Saturday, 30 January 2010

Potholes in the news

Have you noticed potholes in roads are suddenly big news?
Since the 'Big Freeze', it's become obvious the bad weather had a big effect on our roads. Motorists noticed and started complaining in their droves. Motoring organisations took up cause and demanded authorities sort them out. The media quickly recognised what was going on and followed with headlines about broken budgets and failing councils. Google not only shows an increase in news but also in an increasing trend in search for information about potholes.

This has come about because the holes are big enough to damage motorists vehicles and make motoring dangerous. Unfortunately for us cyclists, many of the worn-out roads already had potholes that damage our machines and are dangerous to cycle on but our voice is insufficient to be heard. When motorists start claiming for repairs for punctures, broken wheels and suspension, councils start taking notice.

I've probably mentioned previously about my broken spokes on poor roads around Blackburn but I've never claimed off the council. I doubt it would make any difference. Even though cyclists might not have a huge influence on the authorities responsible for roads, now is probably a good time to get those holes reported whilst the subject is in focus. Apparently the CTC pothole reporting site has been busy of late receiving new reports of potholes around the country. Get yours on your council's list now.

The hole shown in the pictures is on the A666 Whalley Road opposite Langho post office. It's a real rim breaker. I spotted it the other night doing about 25mph - a bit too late to swerve and avoid it but soon enough to bunny hop it. Today, the daylight revealed just how dangerous it is. There were loads of others on my ride today but this is probably the worst.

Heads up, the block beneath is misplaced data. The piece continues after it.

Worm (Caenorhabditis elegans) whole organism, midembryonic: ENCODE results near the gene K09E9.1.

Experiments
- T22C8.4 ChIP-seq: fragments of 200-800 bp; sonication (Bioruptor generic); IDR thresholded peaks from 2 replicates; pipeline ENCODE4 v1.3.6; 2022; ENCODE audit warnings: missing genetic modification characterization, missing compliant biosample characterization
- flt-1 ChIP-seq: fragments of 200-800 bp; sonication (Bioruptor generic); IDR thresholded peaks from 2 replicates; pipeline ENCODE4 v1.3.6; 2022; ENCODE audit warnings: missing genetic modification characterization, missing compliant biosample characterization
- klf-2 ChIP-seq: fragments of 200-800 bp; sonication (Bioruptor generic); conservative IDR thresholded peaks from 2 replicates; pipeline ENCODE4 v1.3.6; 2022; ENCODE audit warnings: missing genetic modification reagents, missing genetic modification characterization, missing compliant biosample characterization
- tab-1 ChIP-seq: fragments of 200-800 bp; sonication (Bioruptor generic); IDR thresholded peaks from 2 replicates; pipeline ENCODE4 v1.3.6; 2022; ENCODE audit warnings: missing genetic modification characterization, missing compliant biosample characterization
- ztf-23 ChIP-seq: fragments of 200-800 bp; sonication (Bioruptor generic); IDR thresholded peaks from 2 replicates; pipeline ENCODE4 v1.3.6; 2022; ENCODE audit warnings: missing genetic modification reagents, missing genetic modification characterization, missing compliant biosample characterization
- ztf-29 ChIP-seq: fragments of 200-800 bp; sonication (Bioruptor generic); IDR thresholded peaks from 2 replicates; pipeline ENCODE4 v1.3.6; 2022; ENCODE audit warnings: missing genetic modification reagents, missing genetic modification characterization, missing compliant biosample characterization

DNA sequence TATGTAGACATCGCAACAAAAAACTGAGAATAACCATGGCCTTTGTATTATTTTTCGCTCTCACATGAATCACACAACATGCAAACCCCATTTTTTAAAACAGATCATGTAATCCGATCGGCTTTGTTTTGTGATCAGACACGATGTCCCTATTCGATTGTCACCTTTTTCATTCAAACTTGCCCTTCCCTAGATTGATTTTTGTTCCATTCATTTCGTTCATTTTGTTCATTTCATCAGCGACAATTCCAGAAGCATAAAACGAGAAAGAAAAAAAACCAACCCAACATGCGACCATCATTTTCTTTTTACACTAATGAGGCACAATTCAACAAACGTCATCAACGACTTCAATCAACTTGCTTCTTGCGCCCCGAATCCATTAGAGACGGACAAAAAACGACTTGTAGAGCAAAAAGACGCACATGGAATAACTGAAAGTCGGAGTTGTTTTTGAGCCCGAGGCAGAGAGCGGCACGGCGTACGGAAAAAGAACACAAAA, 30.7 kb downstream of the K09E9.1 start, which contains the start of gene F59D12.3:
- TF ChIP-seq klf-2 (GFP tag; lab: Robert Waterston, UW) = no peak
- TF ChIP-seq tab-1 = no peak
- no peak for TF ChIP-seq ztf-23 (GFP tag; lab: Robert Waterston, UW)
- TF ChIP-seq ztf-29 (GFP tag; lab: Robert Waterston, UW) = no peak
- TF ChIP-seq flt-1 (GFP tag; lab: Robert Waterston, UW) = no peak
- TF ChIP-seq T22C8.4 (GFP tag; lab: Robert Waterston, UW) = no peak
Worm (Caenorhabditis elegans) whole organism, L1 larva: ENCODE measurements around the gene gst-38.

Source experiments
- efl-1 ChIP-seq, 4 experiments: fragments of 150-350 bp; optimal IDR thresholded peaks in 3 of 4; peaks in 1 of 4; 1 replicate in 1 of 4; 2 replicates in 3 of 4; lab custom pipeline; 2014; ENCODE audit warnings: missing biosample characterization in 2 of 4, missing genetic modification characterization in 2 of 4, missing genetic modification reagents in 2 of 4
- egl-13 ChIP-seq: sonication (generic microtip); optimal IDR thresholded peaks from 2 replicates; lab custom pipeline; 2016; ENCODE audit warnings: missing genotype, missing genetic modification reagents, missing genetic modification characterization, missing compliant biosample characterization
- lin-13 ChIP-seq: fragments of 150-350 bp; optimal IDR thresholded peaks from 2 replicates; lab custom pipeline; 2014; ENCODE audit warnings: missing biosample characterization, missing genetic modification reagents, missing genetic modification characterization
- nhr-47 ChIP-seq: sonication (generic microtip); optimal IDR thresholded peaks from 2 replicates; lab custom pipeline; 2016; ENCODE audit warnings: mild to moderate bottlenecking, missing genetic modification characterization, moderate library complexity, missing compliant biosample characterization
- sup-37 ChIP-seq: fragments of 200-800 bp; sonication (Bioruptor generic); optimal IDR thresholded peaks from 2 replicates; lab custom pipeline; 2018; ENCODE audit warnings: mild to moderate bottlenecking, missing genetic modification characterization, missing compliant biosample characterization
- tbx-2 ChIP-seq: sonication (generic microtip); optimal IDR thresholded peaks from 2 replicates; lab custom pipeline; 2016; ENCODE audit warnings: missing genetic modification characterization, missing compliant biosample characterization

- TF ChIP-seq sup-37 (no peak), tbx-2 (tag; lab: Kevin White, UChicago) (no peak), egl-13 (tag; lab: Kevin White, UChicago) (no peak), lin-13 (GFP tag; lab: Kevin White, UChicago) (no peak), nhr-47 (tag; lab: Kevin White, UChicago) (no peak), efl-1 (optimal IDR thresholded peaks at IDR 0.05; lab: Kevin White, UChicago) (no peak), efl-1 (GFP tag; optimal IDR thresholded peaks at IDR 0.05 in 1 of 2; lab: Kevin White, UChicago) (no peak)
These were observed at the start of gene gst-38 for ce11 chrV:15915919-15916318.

Wednesday, 27 January 2010

The light, the light...

Yes it cometh. Whilst I may still be commuting at both ends of the day with lights on, my sense of lengthening daylight hours is palpable. It's only a matter of days before commuting in light returns and I'm quite excited at the prospect. Not because of my commuting, for which it makes a difference - despite me enjoying riding in the dark. No, it's more for the fact it opens up prospects of longer rides during both the day and night. This is something I've done more and more of last year and I'm looking forward to this spring, as well as not having frozen toes.

I've been getting out for other rides in the dark, which on one hand, is quite relaxing - rather like listening to music - it creates a kind of bubble where you can lose yourself in your own thoughts. On the other hand it is quite restricting with limited view of where I'm going or what I'm riding over, so I'm ready for lighter rides. Bring it on.

Tuesday, 19 January 2010

Flowing free

What a difference a week makes. The 'Big Freeze', as our prolonged cold spell in the UK became known, ended over the weekend and all the snow melted. It seems like a distant memory now. As the days passed, most debris that collected on the roads has been cleared up and things are getting back to normal. It's only after the event, I realise just how much extra effort the really cold weather required. Everything just took longer. More preparation, slower to do anything, more time to clear up afterwards. Even existing indoors seemed like hibernation as we migrated towards the greatest source of warmth, the fire.

Out on the bike, it is like a veil has been lifted. Flowing movement has returned. I can pedal in a continuous rhythm for more than a few hundred metres and feel joy of power and motion without worrying if that patch ahead is a slick of ice. For readers from colder climes, this may sound a bit wussy, but it was an issue here because many roads, even minor ones, get quite a lot of motorised traffic. This compressed the snow into a wet layer and turned it to ice, which then remained around until the thaw. There was no treatment or clearing of many minor or rural roads. It wasn't so bad when the temperatures were well below freezing but when they increased to near melting point or above, there was no grip on the polished ice.